Term of Award

Fall 2007

Degree Name

Doctor of Education in Education Administration (Ed.D.)

Document Type and Release Option

Dissertation (open access)

Department

Department of Leadership, Technology, and Human Development

Committee Chair

Walter S. Polka

Committee Member 1

Linda M. Arthur

Committee Member 2

F. Eric Brooks

Abstract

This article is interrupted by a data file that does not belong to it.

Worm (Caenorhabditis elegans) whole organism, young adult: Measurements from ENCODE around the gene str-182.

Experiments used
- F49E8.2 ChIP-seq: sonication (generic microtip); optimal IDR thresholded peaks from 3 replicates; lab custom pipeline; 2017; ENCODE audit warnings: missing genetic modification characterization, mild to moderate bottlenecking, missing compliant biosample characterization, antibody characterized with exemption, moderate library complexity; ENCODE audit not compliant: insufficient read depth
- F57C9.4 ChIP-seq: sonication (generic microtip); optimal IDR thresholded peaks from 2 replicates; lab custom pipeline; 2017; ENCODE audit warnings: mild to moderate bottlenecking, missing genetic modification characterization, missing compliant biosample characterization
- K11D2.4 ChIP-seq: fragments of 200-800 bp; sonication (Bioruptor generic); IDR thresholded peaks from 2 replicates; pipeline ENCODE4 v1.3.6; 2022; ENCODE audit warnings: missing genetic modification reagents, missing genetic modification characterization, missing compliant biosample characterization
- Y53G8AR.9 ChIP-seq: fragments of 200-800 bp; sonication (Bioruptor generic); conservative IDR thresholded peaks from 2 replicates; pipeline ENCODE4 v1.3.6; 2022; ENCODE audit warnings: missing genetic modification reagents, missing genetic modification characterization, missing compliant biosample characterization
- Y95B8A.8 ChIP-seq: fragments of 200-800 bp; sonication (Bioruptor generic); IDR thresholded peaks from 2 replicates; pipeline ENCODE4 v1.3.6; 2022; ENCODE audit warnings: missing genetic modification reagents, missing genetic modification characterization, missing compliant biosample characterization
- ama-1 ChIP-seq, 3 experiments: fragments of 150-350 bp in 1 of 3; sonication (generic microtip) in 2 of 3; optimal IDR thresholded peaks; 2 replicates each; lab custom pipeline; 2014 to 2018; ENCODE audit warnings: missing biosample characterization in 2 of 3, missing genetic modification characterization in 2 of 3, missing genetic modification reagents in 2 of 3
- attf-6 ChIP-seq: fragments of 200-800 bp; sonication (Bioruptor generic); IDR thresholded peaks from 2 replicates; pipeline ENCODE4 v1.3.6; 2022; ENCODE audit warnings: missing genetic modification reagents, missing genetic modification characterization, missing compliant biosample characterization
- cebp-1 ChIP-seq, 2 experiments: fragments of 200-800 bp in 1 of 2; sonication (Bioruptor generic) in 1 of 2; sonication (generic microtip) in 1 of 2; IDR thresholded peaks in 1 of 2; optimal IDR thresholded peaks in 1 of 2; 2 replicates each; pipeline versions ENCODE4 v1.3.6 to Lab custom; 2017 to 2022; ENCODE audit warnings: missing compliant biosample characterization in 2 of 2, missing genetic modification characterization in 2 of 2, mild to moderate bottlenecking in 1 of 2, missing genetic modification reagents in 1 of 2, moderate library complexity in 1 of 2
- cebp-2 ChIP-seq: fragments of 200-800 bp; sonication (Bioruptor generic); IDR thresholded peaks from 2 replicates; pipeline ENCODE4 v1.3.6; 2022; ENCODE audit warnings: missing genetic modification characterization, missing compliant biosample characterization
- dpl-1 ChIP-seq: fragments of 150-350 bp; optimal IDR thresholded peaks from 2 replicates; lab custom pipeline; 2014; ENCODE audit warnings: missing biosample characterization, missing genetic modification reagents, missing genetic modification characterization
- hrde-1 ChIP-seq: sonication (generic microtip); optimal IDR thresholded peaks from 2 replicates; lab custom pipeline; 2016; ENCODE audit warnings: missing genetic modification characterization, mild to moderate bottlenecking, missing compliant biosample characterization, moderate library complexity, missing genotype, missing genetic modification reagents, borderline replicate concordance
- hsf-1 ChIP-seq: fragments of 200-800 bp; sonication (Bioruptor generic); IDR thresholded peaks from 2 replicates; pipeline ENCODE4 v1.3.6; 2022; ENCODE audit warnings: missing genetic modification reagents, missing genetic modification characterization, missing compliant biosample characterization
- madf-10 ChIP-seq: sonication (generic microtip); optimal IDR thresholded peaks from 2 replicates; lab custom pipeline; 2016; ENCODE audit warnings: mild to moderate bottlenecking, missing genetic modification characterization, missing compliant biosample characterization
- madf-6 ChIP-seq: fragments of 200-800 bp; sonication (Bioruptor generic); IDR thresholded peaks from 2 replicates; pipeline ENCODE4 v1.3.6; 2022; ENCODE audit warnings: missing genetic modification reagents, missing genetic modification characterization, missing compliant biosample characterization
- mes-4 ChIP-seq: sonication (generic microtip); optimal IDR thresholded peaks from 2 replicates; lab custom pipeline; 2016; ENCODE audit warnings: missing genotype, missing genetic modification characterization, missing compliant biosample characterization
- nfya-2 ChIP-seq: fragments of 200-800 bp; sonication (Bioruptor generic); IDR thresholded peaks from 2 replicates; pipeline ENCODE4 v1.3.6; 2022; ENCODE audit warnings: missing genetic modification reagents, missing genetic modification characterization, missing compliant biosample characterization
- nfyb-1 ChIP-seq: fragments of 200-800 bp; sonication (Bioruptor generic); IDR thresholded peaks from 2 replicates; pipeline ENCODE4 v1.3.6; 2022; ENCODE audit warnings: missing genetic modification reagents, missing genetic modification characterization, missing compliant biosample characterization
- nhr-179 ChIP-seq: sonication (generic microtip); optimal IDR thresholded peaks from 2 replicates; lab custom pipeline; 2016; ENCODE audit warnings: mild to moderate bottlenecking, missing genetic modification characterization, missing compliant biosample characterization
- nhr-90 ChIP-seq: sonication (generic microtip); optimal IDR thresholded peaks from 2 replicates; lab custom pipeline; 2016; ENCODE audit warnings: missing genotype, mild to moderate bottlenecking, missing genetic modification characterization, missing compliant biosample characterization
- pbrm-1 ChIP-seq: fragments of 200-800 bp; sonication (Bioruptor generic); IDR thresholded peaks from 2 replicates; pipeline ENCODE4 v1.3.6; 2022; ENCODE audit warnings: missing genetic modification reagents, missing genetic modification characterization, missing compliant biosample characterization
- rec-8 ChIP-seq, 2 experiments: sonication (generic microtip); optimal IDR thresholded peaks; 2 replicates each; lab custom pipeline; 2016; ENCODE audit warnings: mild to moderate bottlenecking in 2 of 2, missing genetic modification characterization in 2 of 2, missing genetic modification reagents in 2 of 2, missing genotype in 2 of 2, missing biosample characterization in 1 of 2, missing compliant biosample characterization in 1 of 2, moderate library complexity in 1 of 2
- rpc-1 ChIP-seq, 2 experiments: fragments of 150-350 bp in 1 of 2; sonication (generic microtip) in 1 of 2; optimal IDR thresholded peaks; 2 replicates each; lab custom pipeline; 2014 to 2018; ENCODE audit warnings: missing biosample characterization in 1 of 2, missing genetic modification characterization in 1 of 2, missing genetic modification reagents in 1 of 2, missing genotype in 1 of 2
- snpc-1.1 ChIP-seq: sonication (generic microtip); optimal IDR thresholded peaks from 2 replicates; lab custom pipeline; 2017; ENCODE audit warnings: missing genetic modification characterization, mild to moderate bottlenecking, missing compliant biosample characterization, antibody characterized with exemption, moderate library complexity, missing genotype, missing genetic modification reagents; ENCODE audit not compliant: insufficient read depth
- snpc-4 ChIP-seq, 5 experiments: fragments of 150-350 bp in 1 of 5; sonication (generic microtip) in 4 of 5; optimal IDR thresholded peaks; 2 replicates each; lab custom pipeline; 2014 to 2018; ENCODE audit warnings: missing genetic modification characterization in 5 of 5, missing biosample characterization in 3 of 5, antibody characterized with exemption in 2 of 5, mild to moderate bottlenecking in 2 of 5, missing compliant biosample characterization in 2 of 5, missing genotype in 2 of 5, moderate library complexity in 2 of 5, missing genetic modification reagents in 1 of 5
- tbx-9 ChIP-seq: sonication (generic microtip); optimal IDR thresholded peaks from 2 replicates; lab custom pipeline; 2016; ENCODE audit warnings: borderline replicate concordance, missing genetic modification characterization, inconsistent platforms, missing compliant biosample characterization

The purpose of this study was to examine the leadership behaviors that improved student achievement in three selected Georgia high schools. The participants were chosen based on successfully achieving adequate yearly progress (AYP) during 2005-2006 school years, as outlined by the Georgia Department of Education. Fifteen leaders from three Georgia high schools were interviewed to examine their roles in improving student achievement. Research protocol questions guided the interview to capture the essence of the work of leaders. Each participant answered seven questions derived from the review of literature to identify the leaders behavior that improved student achievement. The qualitative, phenomenological research design was employed; the researcher analyzed statements into clusters of meaning. Clusters were then transformed into summaries of experiences. The leadership behaviors, themes and patterns that emerged from the data collection and data analysis were as follows: (1) high expectations, (2) developing relationships, (3) identifying the right personnel, (4) setting achievement goals, (5) using data to guide instruction and decision making, (6) assisting low achievers, (7) involving all stakeholders, (8) monitoring student and teacher progress, and (9) implementing strategies to improve student achievement. According to the researchers findings in the 2 study, the use or practice of the nine leader behaviors, themes, and patterns are actions by school leaders that were instrumental in improving student achievement.

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